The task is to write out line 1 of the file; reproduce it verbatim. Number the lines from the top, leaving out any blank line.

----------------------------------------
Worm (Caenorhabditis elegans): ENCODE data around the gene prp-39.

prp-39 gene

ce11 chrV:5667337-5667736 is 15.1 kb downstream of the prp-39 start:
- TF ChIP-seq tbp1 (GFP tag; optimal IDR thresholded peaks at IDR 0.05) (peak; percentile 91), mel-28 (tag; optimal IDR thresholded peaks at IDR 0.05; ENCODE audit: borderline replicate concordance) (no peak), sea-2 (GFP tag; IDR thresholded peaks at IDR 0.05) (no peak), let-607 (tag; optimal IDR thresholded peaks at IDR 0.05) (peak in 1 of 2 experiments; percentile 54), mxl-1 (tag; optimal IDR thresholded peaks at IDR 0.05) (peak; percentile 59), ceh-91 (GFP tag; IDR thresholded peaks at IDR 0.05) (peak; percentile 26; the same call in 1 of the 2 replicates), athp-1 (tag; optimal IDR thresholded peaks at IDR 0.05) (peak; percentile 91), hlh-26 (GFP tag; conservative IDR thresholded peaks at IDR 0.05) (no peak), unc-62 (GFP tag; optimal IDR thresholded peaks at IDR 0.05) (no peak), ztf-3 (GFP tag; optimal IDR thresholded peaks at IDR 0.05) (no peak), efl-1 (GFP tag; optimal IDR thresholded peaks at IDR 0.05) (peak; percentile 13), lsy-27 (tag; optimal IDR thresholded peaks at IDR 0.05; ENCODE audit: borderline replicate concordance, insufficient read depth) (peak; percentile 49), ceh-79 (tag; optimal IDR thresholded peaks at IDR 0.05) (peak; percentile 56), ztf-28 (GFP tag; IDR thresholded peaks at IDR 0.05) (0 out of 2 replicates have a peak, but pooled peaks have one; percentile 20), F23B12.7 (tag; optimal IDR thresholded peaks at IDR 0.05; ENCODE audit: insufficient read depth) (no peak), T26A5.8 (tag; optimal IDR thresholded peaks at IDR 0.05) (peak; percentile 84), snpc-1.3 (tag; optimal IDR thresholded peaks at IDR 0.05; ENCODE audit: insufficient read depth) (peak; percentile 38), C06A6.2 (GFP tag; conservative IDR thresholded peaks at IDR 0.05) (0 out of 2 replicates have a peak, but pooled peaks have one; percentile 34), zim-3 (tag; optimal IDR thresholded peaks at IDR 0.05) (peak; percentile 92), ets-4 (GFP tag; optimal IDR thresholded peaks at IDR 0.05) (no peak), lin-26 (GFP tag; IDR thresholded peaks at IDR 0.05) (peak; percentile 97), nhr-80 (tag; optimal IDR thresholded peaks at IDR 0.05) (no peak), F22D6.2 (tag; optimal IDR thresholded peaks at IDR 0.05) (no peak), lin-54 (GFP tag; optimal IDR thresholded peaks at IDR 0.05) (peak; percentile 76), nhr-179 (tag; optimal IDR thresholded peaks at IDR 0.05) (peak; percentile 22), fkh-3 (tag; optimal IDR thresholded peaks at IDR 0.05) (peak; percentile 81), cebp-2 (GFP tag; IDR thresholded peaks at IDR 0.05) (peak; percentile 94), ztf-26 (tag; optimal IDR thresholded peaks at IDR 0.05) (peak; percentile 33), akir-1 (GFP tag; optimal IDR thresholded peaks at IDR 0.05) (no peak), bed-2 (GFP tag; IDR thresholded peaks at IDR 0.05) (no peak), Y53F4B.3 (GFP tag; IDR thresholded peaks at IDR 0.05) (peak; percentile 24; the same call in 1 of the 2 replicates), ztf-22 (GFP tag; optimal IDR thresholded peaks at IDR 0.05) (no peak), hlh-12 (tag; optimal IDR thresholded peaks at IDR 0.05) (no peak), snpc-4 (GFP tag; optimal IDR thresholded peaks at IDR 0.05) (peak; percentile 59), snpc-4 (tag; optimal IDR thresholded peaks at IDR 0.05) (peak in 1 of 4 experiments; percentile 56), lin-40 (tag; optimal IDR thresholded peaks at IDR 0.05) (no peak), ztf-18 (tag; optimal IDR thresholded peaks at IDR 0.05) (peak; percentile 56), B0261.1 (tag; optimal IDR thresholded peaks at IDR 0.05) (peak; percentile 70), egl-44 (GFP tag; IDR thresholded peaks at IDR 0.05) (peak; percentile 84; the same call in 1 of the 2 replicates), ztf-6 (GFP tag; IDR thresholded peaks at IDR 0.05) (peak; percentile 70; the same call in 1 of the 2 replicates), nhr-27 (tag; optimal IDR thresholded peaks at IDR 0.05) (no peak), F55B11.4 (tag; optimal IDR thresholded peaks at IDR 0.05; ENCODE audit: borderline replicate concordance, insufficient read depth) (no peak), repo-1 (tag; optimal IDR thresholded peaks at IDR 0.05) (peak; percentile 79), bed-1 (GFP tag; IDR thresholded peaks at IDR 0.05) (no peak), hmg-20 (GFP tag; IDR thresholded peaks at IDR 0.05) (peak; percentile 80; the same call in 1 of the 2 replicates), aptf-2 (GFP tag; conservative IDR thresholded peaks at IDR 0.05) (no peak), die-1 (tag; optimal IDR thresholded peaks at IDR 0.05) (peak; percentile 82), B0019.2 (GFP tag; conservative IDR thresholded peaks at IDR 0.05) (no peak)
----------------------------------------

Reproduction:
Worm (Caenorhabditis elegans): ENCODE data around the gene prp-39.